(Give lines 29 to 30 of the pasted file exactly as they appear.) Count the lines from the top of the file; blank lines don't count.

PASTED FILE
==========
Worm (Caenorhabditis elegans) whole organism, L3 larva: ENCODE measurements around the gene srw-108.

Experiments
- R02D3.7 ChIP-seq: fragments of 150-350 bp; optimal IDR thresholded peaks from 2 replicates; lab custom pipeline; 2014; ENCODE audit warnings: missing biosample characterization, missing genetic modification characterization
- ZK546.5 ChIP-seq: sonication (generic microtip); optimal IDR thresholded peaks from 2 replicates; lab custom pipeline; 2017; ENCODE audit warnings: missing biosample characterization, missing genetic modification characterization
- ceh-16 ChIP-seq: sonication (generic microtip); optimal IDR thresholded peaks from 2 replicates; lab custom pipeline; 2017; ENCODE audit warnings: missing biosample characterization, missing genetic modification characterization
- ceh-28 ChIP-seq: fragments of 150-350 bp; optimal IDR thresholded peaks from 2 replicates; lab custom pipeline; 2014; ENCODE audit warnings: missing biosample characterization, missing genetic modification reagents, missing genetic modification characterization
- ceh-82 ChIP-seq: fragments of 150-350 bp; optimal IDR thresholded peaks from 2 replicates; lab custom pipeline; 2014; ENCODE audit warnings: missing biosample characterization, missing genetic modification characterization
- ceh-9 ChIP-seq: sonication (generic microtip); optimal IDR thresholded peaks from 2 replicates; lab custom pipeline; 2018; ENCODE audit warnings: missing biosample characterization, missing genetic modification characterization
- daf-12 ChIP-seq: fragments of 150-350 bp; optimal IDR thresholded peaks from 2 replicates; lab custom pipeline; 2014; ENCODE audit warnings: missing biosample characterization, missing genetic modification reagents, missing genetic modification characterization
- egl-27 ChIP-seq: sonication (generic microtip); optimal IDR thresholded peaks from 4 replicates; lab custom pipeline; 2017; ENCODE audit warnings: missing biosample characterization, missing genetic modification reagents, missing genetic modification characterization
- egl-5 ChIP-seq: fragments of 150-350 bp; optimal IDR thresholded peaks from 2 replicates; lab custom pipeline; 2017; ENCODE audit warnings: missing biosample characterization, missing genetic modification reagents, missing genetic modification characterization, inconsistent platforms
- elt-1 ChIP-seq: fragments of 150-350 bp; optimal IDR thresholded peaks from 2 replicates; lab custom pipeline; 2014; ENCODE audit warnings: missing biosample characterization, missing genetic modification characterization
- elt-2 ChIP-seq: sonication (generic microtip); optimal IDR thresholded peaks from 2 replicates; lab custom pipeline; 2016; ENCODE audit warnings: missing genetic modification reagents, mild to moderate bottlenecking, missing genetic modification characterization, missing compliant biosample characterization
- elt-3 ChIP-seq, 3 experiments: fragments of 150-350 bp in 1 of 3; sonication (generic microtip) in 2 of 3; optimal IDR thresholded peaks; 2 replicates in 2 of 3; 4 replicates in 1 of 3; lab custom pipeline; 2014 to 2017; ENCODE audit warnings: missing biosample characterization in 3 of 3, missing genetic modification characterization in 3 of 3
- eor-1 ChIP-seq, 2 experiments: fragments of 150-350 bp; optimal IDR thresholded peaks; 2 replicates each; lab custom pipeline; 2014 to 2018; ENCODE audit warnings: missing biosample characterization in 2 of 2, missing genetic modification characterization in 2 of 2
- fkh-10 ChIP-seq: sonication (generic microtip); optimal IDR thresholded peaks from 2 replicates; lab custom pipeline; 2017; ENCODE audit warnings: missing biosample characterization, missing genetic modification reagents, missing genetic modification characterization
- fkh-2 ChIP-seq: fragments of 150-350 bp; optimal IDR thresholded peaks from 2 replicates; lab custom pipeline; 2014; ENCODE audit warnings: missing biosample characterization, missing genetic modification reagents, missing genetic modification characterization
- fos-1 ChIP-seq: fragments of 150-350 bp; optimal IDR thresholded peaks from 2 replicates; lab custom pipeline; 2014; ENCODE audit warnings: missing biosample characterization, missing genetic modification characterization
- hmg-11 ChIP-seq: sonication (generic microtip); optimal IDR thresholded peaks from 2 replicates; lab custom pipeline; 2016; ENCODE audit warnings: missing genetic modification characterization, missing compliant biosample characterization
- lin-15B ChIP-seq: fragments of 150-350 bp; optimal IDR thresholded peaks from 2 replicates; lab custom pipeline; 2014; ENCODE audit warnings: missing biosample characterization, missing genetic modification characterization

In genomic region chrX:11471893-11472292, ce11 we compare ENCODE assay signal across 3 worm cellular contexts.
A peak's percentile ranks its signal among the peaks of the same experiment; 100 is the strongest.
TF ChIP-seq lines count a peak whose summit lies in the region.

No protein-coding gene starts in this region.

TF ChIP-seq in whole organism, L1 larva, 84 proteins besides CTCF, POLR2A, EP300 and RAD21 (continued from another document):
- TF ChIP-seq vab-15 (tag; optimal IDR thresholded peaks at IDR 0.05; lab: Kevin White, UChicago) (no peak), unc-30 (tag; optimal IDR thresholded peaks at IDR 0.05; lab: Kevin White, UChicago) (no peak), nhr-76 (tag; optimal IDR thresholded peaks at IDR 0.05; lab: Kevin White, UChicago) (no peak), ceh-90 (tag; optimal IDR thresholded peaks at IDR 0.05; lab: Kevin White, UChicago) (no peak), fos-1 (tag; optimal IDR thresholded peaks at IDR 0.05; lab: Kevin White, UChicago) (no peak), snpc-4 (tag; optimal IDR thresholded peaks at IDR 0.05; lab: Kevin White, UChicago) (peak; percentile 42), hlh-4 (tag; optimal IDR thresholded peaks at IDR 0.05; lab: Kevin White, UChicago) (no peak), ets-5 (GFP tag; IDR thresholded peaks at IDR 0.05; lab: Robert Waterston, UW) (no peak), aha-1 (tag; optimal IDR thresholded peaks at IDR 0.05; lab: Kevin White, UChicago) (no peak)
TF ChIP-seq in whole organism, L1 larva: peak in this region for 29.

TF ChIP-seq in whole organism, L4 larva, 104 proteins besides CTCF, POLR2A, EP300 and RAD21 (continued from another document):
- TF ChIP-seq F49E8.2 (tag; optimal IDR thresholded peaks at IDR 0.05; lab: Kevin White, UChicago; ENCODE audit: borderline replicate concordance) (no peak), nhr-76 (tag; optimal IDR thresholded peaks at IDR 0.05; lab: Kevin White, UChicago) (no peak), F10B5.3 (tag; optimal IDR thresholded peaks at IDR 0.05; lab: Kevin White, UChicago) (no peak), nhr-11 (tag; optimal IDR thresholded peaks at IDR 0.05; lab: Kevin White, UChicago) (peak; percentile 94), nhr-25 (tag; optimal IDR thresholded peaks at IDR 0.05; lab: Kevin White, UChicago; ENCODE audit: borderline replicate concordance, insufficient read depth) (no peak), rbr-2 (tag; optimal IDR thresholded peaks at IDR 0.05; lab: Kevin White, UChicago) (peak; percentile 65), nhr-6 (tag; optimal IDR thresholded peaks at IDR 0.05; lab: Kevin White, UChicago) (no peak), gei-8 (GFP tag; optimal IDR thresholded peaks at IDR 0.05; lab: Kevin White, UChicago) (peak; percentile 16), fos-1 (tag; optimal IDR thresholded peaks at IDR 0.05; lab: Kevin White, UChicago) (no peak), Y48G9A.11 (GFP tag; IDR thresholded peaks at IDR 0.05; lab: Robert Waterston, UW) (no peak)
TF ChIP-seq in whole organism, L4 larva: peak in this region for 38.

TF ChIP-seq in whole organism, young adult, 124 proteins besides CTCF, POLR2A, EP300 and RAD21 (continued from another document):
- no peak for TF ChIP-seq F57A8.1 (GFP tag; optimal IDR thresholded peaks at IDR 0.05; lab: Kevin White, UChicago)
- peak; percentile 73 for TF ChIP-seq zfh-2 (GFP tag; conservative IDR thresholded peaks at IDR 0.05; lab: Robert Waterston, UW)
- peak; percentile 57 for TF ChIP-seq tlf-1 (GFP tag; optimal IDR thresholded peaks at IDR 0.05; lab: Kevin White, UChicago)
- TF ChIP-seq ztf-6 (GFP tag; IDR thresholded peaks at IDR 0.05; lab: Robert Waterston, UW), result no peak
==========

- TF ChIP-seq F49E8.2 (tag; optimal IDR thresholded peaks at IDR 0.05; lab: Kevin White, UChicago; ENCODE audit: borderline replicate concordance) (no peak), nhr-76 (tag; optimal IDR thresholded peaks at IDR 0.05; lab: Kevin White, UChicago) (no peak), F10B5.3 (tag; optimal IDR thresholded peaks at IDR 0.05; lab: Kevin White, UChicago) (no peak), nhr-11 (tag; optimal IDR thresholded peaks at IDR 0.05; lab: Kevin White, UChicago) (peak; percentile 94), nhr-25 (tag; optimal IDR thresholded peaks at IDR 0.05; lab: Kevin White, UChicago; ENCODE audit: borderline replicate concordance, insufficient read depth) (no peak), rbr-2 (tag; optimal IDR thresholded peaks at IDR 0.05; lab: Kevin White, UChicago) (peak; percentile 65), nhr-6 (tag; optimal IDR thresholded peaks at IDR 0.05; lab: Kevin White, UChicago) (no peak), gei-8 (GFP tag; optimal IDR thresholded peaks at IDR 0.05; lab: Kevin White, UChicago) (peak; percentile 16), fos-1 (tag; optimal IDR thresholded peaks at IDR 0.05; lab: Kevin White, UChicago) (no peak), Y48G9A.11 (GFP tag; IDR thresholded peaks at IDR 0.05; lab: Robert Waterston, UW) (no peak)
TF ChIP-seq in whole organism, L4 larva: peak in this region for 38.